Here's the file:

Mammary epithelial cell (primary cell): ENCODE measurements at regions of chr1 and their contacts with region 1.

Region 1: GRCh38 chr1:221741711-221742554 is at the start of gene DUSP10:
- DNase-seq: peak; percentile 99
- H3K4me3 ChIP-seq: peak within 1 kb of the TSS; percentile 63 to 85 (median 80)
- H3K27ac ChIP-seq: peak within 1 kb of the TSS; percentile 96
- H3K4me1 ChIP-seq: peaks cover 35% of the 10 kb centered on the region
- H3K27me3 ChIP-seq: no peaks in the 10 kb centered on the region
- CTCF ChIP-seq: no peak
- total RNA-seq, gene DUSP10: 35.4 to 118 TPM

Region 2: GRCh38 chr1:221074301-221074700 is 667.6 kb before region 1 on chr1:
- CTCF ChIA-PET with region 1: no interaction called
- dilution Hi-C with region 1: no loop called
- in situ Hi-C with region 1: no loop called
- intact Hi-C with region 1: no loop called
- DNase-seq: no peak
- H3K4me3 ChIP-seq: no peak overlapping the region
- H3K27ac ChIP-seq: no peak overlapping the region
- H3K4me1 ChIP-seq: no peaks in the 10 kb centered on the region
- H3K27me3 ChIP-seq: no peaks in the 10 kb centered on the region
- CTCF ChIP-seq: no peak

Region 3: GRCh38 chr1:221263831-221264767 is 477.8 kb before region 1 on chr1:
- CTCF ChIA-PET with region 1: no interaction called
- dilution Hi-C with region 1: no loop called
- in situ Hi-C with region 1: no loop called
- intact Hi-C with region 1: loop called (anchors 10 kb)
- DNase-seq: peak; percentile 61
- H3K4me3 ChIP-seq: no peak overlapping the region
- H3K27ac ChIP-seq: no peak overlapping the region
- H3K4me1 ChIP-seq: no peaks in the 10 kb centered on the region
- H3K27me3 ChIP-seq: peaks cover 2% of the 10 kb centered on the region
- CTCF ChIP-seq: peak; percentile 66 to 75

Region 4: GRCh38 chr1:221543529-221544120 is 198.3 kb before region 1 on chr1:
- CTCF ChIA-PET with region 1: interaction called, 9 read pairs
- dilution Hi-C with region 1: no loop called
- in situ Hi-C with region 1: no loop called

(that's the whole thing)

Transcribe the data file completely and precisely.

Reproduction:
Mammary epithelial cell (primary cell): ENCODE measurements at regions of chr1 and their contacts with region 1.

Region 1: GRCh38 chr1:221741711-221742554 is at the start of gene DUSP10:
- DNase-seq: peak; percentile 99
- H3K4me3 ChIP-seq: peak within 1 kb of the TSS; percentile 63 to 85 (median 80)
- H3K27ac ChIP-seq: peak within 1 kb of the TSS; percentile 96
- H3K4me1 ChIP-seq: peaks cover 35% of the 10 kb centered on the region
- H3K27me3 ChIP-seq: no peaks in the 10 kb centered on the region
- CTCF ChIP-seq: no peak
- total RNA-seq, gene DUSP10: 35.4 to 118 TPM

Region 2: GRCh38 chr1:221074301-221074700 is 667.6 kb before region 1 on chr1:
- CTCF ChIA-PET with region 1: no interaction called
- dilution Hi-C with region 1: no loop called
- in situ Hi-C with region 1: no loop called
- intact Hi-C with region 1: no loop called
- DNase-seq: no peak
- H3K4me3 ChIP-seq: no peak overlapping the region
- H3K27ac ChIP-seq: no peak overlapping the region
- H3K4me1 ChIP-seq: no peaks in the 10 kb centered on the region
- H3K27me3 ChIP-seq: no peaks in the 10 kb centered on the region
- CTCF ChIP-seq: no peak

Region 3: GRCh38 chr1:221263831-221264767 is 477.8 kb before region 1 on chr1:
- CTCF ChIA-PET with region 1: no interaction called
- dilution Hi-C with region 1: no loop called
- in situ Hi-C with region 1: no loop called
- intact Hi-C with region 1: loop called (anchors 10 kb)
- DNase-seq: peak; percentile 61
- H3K4me3 ChIP-seq: no peak overlapping the region
- H3K27ac ChIP-seq: no peak overlapping the region
- H3K4me1 ChIP-seq: no peaks in the 10 kb centered on the region
- H3K27me3 ChIP-seq: peaks cover 2% of the 10 kb centered on the region
- CTCF ChIP-seq: peak; percentile 66 to 75

Region 4: GRCh38 chr1:221543529-221544120 is 198.3 kb before region 1 on chr1:
- CTCF ChIA-PET with region 1: interaction called, 9 read pairs
- dilution Hi-C with region 1: no loop called
- in situ Hi-C with region 1: no loop called